LONDON Feb 20 Britain's three billion pound
($3.74 billion) Environment Agency Pension Fund (EAPF) is
looking to raise its allocation to high-yielding infrastructure
projects to 7 percent from 5 percent, its chief investment
officer Mark Mansley said on Monday.
Mansley, who was speaking to Reuters on the sidelines of a
conference, declined to give a specific timing for the possible
adoption of the new target.
Governments are eager for long-term investors to put money
into new infrastructure projects such as alternative energy,
bridges or roads.
But investors, who generally only invest a small amount of
their portfolios in these alternative assets, are often
reluctant to take on "greenfield" schemes, which include
However, the EAPF is starting to explore direct investments
and the possibility of taking some construction risk, perhaps
for onshore wind farms or solar power projects, which can be
erected relatively quickly, Mansley added.
"Investing in greenfield projects can be quite a rewarding
area, taking them through to completion, holding them for the
next 25 years or selling them if the market is still over-rich,"
he said. "The key thing is having good partners who know how to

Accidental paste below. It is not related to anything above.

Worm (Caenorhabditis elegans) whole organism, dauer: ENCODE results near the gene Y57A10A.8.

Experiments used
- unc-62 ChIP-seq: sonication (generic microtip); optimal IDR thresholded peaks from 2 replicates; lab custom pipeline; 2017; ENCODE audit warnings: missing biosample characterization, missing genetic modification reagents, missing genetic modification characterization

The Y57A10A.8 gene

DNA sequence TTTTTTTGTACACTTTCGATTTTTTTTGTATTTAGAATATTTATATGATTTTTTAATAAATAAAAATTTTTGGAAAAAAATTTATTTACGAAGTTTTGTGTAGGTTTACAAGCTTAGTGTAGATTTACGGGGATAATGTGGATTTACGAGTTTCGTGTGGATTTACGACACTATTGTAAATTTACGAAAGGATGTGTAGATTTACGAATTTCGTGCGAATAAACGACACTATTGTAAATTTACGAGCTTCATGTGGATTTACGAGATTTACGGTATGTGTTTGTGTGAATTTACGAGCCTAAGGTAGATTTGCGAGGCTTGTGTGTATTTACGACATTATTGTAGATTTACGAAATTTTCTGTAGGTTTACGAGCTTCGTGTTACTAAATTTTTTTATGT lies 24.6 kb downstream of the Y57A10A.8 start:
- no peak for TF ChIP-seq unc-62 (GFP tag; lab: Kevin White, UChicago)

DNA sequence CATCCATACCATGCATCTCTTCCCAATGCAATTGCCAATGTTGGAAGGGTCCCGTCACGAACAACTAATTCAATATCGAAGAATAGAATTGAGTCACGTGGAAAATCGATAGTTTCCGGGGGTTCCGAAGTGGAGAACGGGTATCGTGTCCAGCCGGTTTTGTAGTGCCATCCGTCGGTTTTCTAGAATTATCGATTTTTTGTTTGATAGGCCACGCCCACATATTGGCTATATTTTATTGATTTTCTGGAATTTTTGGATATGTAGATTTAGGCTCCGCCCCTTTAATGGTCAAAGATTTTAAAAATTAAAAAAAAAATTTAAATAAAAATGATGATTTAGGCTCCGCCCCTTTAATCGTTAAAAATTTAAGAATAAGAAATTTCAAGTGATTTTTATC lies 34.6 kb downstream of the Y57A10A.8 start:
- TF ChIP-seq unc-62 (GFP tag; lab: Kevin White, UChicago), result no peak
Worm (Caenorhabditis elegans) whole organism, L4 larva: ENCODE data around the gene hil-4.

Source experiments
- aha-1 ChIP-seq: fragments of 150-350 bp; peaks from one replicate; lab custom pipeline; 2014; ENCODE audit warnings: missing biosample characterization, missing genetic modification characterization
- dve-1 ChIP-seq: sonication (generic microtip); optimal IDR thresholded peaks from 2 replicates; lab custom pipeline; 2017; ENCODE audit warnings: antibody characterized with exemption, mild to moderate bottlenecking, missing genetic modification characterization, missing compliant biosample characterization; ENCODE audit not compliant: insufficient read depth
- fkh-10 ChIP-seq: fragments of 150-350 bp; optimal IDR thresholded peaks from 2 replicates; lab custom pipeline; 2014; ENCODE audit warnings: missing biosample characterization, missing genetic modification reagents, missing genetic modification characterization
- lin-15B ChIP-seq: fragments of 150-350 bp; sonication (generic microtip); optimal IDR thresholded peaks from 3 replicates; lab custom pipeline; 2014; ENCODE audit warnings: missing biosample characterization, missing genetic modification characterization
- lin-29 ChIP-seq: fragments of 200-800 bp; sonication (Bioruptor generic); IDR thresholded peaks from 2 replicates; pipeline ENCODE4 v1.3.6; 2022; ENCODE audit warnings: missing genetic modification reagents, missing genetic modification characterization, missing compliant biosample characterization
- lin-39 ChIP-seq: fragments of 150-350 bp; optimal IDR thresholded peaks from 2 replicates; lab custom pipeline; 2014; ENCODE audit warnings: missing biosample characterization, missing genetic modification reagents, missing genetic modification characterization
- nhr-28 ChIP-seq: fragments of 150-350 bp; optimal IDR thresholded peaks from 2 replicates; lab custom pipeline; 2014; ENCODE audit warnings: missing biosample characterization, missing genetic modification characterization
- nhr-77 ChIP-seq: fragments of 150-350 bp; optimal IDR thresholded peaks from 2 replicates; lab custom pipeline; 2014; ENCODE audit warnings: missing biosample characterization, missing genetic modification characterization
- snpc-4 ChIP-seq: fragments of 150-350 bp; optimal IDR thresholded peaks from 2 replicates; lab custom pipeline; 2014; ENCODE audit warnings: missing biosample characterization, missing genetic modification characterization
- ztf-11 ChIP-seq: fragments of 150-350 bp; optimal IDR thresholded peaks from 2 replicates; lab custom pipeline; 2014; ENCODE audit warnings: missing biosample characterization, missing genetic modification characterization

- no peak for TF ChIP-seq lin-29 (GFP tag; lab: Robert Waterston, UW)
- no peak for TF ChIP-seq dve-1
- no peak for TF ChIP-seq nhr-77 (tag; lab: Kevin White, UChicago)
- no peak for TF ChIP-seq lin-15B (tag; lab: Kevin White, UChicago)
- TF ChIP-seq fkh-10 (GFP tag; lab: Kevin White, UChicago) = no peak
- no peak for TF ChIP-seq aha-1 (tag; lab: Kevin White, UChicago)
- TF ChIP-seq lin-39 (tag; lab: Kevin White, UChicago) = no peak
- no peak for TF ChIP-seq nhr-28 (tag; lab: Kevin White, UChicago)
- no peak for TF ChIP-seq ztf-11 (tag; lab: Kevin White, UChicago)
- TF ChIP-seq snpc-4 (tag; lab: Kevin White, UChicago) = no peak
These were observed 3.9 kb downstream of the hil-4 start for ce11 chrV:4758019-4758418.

mitigate the construction risk."
The fund, which has a strong focus on responsible and
sustainable investment, currently invests mainly through pooled
funds such as Copenhagen Infrastructure II K/S, which has made
an investment in British biomass-fired power plant project
Mansley told the Stirling Infrastructure Partners conference
in London that at one level infrastructure was becoming a
crowded trade: "There are lots of people chasing lots of deals
... Prices are getting squeezed. As an investor you have to be
careful about where you want to be."
As a result, he said the fund was moving away slightly from
some of its core infrastructure equity exposure, which was
looking quite expensive.
Demand for infrastructure equity in developed markets has
rapidly outstripped supply, prompting investors to bid up prices
to get access to the choicest assets.
Mansley said he was a "slight sceptic on size" and it might
pay for investors to look at smaller projects, where the EAPF
had made a number of investments.
"The 1 billion pound projects are the popular ones," said
Mansley. "But in the hundreds of millions size, the queues are
less long and the prices are a bit more attractive."
($1 = 0.8026 pounds)
(Reporting by Claire Milhench; Editing by Gareth Jones)